KIMBERLY, Idaho -- Concerns are being raised in a rural area in the Magic Valley about where tax dollars are going.
A group of people feels their public officials aren't being transparent, and says no one is holding them accountable. They are accusing the Rock Creek Rural Fire Protection District (RCFD) of wasting taxpayers' money. Some are calling the fire chief and fire commissioners out for blurring the lines between public and personal money and for sticking to the status quo.
"There's no accountability. That's the problem. There's no transparency," a concerned taxpayer in the Rock Creek Fire District, Ed Easterling, said.
"The way they're going down there just don't make rhyme nor reason and there's people concerned about it," former fire chief and candidate for an RCFD commissioner position, Mike Hendricks, said.
Some have issues dating back a few years over the chief's - and the three commissioners' - actions. Some feel RCFD Chief Jason Keller doesn't respond to enough calls, is rarely working and is abusing taxpayer dollars.
"We go over every bill with a fine tooth comb every month. That's part of our job," RCFD Commissioner Brad Perkins said.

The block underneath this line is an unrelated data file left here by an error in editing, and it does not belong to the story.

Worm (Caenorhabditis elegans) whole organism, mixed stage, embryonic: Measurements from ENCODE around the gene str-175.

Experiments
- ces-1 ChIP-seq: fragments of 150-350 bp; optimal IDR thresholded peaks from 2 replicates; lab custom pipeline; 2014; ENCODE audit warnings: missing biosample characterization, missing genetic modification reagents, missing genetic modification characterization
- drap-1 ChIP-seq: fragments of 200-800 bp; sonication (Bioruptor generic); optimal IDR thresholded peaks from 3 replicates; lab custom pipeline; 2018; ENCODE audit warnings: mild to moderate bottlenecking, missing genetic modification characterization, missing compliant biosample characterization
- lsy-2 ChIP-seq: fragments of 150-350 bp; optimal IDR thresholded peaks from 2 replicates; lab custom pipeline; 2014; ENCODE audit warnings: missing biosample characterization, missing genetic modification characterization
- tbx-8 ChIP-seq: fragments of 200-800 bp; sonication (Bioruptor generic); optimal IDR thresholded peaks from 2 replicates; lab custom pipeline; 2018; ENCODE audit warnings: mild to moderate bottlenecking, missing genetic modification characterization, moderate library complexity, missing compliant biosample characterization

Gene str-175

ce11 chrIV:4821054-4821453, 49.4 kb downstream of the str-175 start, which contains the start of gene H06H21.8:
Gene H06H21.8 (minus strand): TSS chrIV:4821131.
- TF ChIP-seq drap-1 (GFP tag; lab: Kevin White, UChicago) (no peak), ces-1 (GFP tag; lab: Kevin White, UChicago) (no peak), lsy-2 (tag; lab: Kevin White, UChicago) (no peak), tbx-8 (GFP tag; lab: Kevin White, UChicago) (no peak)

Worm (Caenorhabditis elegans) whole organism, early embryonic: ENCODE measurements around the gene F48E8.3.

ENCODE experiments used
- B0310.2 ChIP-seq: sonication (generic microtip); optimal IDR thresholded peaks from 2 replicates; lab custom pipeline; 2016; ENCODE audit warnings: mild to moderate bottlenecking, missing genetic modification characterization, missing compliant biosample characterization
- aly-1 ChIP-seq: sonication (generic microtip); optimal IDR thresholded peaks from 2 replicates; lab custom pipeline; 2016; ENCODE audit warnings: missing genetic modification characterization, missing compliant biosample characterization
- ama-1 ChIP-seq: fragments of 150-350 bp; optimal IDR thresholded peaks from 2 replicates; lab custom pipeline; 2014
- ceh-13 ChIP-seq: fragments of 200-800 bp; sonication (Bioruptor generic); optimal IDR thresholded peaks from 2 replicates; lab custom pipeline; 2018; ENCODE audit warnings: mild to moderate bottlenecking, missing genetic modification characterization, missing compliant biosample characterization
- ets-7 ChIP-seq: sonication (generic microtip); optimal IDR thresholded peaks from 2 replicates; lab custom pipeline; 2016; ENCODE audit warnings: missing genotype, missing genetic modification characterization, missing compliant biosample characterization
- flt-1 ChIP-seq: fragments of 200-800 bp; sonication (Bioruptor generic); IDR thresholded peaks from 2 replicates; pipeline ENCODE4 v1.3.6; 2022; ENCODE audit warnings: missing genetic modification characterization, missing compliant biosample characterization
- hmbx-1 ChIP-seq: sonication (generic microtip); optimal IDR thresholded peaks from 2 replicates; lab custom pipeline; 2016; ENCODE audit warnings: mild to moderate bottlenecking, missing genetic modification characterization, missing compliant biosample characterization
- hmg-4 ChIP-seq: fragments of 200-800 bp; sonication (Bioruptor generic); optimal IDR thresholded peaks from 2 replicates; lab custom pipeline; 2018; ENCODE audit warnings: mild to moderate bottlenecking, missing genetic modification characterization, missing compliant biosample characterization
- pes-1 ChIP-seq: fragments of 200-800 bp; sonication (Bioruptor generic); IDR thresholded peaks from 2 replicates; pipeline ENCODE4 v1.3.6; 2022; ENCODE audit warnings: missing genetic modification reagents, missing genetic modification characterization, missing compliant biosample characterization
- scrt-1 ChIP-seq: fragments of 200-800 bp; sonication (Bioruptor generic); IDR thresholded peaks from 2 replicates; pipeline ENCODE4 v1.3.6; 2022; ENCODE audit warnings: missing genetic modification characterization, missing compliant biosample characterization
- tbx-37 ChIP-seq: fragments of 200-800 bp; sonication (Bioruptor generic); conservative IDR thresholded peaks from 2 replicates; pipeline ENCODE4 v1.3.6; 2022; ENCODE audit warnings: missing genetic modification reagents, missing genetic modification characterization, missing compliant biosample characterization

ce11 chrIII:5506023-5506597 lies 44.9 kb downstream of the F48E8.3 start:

One of the biggest issues they have: how Chief Keller is using his command vehicle.
"Every day he's using that vehicle - to the grocery store, taking his kids someplace, his wife," Easterling said. "What's the liability?"
"I'm the third chief and every chief has had their own command vehicle to use as they wish," Keller told KTVB.
This year, Keller signed a five-year contract with a two-year extension for about $72,000 a year to start. In the benefits section, the district agrees to provide the chief a vehicle and pay for all attendant operating and maintenance expenses and insurance.
The contract states, "said vehicle is to be used by the Fire Chief in connection with the performance of his duties and for his professional growth and development. It may be used by the Fire Chief for personal reasons, since the Fire Chief is 'on-call' in the event of major emergencies. Fuel shall be provided at the Fire Chief's own expense when the vehicle is used for personal reasons, otherwise the District shall provide fuel for all other use to perform his duties."
"If you don't allow him to have a vehicle then you have to adjust his wages," RCFD Commissioner Marvin Norris told KTVB.
"The reason the commissioners have done that is because it's part of my salary. My salary is lower and that's the compensation to fill that gap, so to speak," Keller said.
But Keller is taking his command vehicle out of town and on vacation - something he and the commissioners admit to.
"It irritates me to see him pulling a camp trailer around loaded up with his personal sporting equipment," Easterling said.
"A personal vehicle is to get him from home to the station, from home to a call. Not to drive it out of state and on vacations," Hendricks said. "Not at the taxpayers' dime."